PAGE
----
Every commentary I have read about Günter Grass’s death recognizes his greatness as a writer and then, almost immediately, reminds readers of his youthful affiliation with the Waffen SS and how he remained silent about it for decades while setting himself up as the moral conscience of his country, not to mention of the world.

Have we really understood the relationship between the magnificent talent of the novelist and his ethical failings?

My first fury-filled encounter with Grass may help to illuminate, though perhaps not ultimately answer, that question.

It was in March of 1975, and my wife Angélica and I had come to visit him in his home near Hamburg, an ample rural house bordering a river whose waters were far more placid than our tormentous get-together.

At first, everything went smashingly well. We had been brought there by our friend Freimut Duve, an eminent editor, human rights defender and social democratic parliamentarian for that district. While Grass cooked a succulent fish soup—I had already heard about his legendary culinary skills—we chatted in English about his work and the colossal influence his Danzig Trilogy had played in my own fiction. Slowly, I slipped into the conversation the main motive, less literary, that had led me to seek this meeting. I was hoping to persuade Grass to add his signature to a campaign in defense of Chilean culture and against the dictatorship of Gen. Augusto Pinochet, a crusade already enthusiastically endorsed by his fellow German Heinrich Böll and other notables, such as Gabriel García Márquez and Julio Cortázar. Given Günter’s left-wing politics, I did not suppose this would be a difficult task.

Nevertheless, when I finished my exposition, he was uncharacteristically quiet for a long while. Then he covered the pot, leaving only some embers in the log stove so that the bouillabaisse could simmer with all the leisureliness it deserved and went off, without another word, to inspect some exquisite engravings that he had been carving that morning.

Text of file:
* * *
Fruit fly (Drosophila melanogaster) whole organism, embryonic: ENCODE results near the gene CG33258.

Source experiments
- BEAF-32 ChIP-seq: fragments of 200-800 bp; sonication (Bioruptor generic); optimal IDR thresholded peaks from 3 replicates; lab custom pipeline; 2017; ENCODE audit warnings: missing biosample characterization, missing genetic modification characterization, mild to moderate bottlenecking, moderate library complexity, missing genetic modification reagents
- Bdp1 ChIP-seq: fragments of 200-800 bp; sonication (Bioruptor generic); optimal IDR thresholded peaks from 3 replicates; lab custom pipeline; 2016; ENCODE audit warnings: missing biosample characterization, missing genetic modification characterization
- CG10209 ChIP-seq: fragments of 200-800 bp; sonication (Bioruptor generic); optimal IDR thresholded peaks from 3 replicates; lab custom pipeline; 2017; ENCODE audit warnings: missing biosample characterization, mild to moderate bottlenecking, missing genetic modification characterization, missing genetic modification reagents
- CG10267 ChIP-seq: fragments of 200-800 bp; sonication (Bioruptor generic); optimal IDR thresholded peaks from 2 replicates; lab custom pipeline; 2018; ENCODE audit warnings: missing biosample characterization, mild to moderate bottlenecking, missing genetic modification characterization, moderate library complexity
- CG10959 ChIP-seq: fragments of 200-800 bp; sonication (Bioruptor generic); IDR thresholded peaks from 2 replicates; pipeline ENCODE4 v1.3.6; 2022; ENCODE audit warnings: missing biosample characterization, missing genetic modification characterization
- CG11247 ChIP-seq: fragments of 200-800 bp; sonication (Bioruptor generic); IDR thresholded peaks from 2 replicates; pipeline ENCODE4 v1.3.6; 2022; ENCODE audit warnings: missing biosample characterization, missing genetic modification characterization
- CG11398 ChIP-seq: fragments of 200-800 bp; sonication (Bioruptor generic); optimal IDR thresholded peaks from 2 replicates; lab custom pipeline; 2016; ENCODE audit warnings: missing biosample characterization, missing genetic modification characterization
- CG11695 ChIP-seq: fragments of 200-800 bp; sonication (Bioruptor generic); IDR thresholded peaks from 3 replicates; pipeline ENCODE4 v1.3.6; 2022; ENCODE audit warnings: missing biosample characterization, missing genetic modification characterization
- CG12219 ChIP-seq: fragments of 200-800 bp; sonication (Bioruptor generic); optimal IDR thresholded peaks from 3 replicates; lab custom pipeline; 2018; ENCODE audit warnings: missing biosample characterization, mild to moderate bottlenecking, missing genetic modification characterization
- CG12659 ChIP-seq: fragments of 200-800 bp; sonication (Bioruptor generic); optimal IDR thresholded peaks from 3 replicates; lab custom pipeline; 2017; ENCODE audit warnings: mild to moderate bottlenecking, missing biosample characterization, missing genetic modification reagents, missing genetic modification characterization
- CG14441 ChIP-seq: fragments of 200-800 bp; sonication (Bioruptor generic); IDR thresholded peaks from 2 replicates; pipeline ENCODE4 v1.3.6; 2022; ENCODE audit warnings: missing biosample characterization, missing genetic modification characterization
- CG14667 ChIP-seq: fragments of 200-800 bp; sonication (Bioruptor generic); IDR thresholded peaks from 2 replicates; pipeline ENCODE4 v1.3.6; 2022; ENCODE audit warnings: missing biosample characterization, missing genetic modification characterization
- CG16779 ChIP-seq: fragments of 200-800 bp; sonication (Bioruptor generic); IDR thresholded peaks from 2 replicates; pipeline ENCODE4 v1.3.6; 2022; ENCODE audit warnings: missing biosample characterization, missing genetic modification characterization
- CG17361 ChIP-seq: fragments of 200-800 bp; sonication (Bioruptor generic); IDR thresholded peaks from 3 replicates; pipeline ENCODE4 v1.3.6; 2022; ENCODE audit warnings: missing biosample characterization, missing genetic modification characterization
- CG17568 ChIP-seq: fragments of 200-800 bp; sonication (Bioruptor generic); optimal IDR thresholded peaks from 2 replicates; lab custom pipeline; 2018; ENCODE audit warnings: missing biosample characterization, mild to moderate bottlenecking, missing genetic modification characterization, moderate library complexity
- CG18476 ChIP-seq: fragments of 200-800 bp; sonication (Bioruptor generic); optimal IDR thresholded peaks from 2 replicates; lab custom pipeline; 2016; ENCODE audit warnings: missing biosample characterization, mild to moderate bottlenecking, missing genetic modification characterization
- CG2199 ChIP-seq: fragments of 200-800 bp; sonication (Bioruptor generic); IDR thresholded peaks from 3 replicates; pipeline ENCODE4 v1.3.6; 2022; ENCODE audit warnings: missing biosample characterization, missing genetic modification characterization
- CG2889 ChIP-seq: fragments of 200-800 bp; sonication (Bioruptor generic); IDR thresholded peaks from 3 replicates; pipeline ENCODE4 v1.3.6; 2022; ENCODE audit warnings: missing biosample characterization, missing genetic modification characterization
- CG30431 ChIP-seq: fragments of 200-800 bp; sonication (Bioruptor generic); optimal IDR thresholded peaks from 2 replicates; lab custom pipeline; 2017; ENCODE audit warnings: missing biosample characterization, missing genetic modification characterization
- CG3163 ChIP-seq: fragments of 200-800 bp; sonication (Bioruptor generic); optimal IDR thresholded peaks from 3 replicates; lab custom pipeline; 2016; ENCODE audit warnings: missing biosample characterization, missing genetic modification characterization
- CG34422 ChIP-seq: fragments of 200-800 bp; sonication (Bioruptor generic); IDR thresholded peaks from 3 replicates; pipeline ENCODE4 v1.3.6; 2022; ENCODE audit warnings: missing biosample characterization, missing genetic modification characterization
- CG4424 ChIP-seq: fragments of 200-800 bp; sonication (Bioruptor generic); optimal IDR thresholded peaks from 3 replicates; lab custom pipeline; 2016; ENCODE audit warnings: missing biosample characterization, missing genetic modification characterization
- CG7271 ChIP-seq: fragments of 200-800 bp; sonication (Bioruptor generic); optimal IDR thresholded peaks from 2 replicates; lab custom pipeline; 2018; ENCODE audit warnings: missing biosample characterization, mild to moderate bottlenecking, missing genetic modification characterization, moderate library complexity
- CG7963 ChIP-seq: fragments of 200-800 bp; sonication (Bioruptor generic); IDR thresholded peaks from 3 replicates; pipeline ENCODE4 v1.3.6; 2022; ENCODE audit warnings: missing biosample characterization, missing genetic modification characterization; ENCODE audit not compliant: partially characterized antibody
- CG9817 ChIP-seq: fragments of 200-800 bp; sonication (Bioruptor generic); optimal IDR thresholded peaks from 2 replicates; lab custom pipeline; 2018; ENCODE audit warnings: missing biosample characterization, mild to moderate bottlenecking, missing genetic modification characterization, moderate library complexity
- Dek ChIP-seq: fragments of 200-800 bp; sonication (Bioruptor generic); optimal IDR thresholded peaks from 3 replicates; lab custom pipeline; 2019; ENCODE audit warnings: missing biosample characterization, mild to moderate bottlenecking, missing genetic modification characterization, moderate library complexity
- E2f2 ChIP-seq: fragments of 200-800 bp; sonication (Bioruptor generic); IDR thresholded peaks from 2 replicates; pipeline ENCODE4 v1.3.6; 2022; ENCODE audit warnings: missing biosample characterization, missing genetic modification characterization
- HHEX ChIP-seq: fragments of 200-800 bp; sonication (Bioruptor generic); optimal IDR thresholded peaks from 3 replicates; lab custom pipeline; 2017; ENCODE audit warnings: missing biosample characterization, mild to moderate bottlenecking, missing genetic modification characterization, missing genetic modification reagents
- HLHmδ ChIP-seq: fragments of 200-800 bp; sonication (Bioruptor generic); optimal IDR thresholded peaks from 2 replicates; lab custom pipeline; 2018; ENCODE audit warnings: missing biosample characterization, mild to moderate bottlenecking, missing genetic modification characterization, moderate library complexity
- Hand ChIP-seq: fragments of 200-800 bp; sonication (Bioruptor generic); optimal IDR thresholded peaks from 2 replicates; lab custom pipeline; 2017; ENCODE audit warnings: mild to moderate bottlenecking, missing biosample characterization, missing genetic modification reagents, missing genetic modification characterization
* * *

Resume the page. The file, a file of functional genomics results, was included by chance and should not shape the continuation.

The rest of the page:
When he finally lifted his eyes to meet mine,I noted a strange rage shining in them. And then he said, “Why didn’t the Chilean socialist comrades attend the recent conference in defense of the Czech patriots this summer in France?”

I explained that, no matter how much sympathy many Chilean democrats felt for the Prague Spring and the struggle of the Czech dissidents, it was politically unviable to exhibit such a predilection in public. It would have meant breaking with the Chilean Communists, who were at that moment a vital part (indeed, one might venture the backbone) of the resistance to the dictatorship, just as they had been loyal and crucial allies of the government of Salvador Allende, overthrown in the 1973 coup. Allende, I added, had condemned the Soviet invasion of Czechoslovakia.

My clarification did not mollify Günter Grass. For him, the Soviet intervention in that country was born of the same imperial impulse that animated the Americans in Chile, and it was essential to denounce both these superpowers simultaneously and, joining in the defense of democratic socialism, seek alternative economic and social models. And when I responded that in order to rid ourselves of Pinochet, we could not jeopardize the indispensable support that the Soviet Union and its allies were contributing, the author of The Tin Drum refused to speak one more word to me. Luckily, he had been enchanted by the presence of my wondrous wife, and he spent the rest of our visits amicably talking with her. I later remarked to our friend Freimut that, if not for Angélica’s magic and charm, Grass would probably have expelled me from his home or set his dog on me. He did, at the very end of our visit, offer me some parting words: “When something is morally correct,” he said, “we must defend it without concern for the political or personal consequences we will pay.”